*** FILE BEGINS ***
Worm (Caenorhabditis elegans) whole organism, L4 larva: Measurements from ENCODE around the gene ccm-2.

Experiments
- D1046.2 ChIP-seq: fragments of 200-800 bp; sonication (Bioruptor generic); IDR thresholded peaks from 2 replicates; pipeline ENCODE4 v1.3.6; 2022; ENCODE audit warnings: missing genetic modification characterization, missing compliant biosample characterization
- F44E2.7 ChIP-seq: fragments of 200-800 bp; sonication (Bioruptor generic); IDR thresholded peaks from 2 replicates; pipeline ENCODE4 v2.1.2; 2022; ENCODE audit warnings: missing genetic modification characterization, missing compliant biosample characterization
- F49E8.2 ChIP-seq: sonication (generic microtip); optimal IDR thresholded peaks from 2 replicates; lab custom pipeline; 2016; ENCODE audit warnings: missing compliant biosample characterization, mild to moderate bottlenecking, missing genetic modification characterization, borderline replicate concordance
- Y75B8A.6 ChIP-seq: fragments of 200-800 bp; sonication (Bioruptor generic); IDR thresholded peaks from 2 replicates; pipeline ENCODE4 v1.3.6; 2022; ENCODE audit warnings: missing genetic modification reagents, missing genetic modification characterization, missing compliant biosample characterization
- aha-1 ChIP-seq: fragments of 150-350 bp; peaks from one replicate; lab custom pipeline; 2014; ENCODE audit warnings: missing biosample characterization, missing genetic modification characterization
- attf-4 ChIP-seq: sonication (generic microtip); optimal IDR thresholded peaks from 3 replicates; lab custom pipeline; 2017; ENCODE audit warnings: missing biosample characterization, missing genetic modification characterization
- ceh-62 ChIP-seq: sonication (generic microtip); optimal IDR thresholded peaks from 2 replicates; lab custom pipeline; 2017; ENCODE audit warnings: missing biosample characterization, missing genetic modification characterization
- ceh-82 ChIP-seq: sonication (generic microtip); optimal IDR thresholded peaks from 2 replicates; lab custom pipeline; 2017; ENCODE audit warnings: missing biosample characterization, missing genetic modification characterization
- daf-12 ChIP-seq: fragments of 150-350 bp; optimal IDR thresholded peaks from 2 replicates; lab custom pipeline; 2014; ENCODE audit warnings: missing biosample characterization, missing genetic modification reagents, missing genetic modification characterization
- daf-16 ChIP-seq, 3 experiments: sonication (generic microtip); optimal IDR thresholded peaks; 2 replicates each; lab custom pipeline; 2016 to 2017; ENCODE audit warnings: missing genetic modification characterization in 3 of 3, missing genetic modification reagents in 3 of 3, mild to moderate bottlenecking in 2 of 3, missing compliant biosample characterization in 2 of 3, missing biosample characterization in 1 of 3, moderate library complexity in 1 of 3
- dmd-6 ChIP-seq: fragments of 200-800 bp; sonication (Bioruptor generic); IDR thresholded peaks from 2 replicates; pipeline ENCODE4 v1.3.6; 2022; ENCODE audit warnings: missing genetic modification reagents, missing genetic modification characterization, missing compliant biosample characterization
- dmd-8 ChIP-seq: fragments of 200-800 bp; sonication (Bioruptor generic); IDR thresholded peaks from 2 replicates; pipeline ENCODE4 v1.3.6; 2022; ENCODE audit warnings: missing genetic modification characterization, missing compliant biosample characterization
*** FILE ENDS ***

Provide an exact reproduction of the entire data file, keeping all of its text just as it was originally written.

Worm (Caenorhabditis elegans) whole organism, L4 larva: Measurements from ENCODE around the gene ccm-2.

Experiments
- D1046.2 ChIP-seq: fragments of 200-800 bp; sonication (Bioruptor generic); IDR thresholded peaks from 2 replicates; pipeline ENCODE4 v1.3.6; 2022; ENCODE audit warnings: missing genetic modification characterization, missing compliant biosample characterization
- F44E2.7 ChIP-seq: fragments of 200-800 bp; sonication (Bioruptor generic); IDR thresholded peaks from 2 replicates; pipeline ENCODE4 v2.1.2; 2022; ENCODE audit warnings: missing genetic modification characterization, missing compliant biosample characterization
- F49E8.2 ChIP-seq: sonication (generic microtip); optimal IDR thresholded peaks from 2 replicates; lab custom pipeline; 2016; ENCODE audit warnings: missing compliant biosample characterization, mild to moderate bottlenecking, missing genetic modification characterization, borderline replicate concordance
- Y75B8A.6 ChIP-seq: fragments of 200-800 bp; sonication (Bioruptor generic); IDR thresholded peaks from 2 replicates; pipeline ENCODE4 v1.3.6; 2022; ENCODE audit warnings: missing genetic modification reagents, missing genetic modification characterization, missing compliant biosample characterization
- aha-1 ChIP-seq: fragments of 150-350 bp; peaks from one replicate; lab custom pipeline; 2014; ENCODE audit warnings: missing biosample characterization, missing genetic modification characterization
- attf-4 ChIP-seq: sonication (generic microtip); optimal IDR thresholded peaks from 3 replicates; lab custom pipeline; 2017; ENCODE audit warnings: missing biosample characterization, missing genetic modification characterization
- ceh-62 ChIP-seq: sonication (generic microtip); optimal IDR thresholded peaks from 2 replicates; lab custom pipeline; 2017; ENCODE audit warnings: missing biosample characterization, missing genetic modification characterization
- ceh-82 ChIP-seq: sonication (generic microtip); optimal IDR thresholded peaks from 2 replicates; lab custom pipeline; 2017; ENCODE audit warnings: missing biosample characterization, missing genetic modification characterization
- daf-12 ChIP-seq: fragments of 150-350 bp; optimal IDR thresholded peaks from 2 replicates; lab custom pipeline; 2014; ENCODE audit warnings: missing biosample characterization, missing genetic modification reagents, missing genetic modification characterization
- daf-16 ChIP-seq, 3 experiments: sonication (generic microtip); optimal IDR thresholded peaks; 2 replicates each; lab custom pipeline; 2016 to 2017; ENCODE audit warnings: missing genetic modification characterization in 3 of 3, missing genetic modification reagents in 3 of 3, mild to moderate bottlenecking in 2 of 3, missing compliant biosample characterization in 2 of 3, missing biosample characterization in 1 of 3, moderate library complexity in 1 of 3
- dmd-6 ChIP-seq: fragments of 200-800 bp; sonication (Bioruptor generic); IDR thresholded peaks from 2 replicates; pipeline ENCODE4 v1.3.6; 2022; ENCODE audit warnings: missing genetic modification reagents, missing genetic modification characterization, missing compliant biosample characterization
- dmd-8 ChIP-seq: fragments of 200-800 bp; sonication (Bioruptor generic); IDR thresholded peaks from 2 replicates; pipeline ENCODE4 v1.3.6; 2022; ENCODE audit warnings: missing genetic modification characterization, missing compliant biosample characterization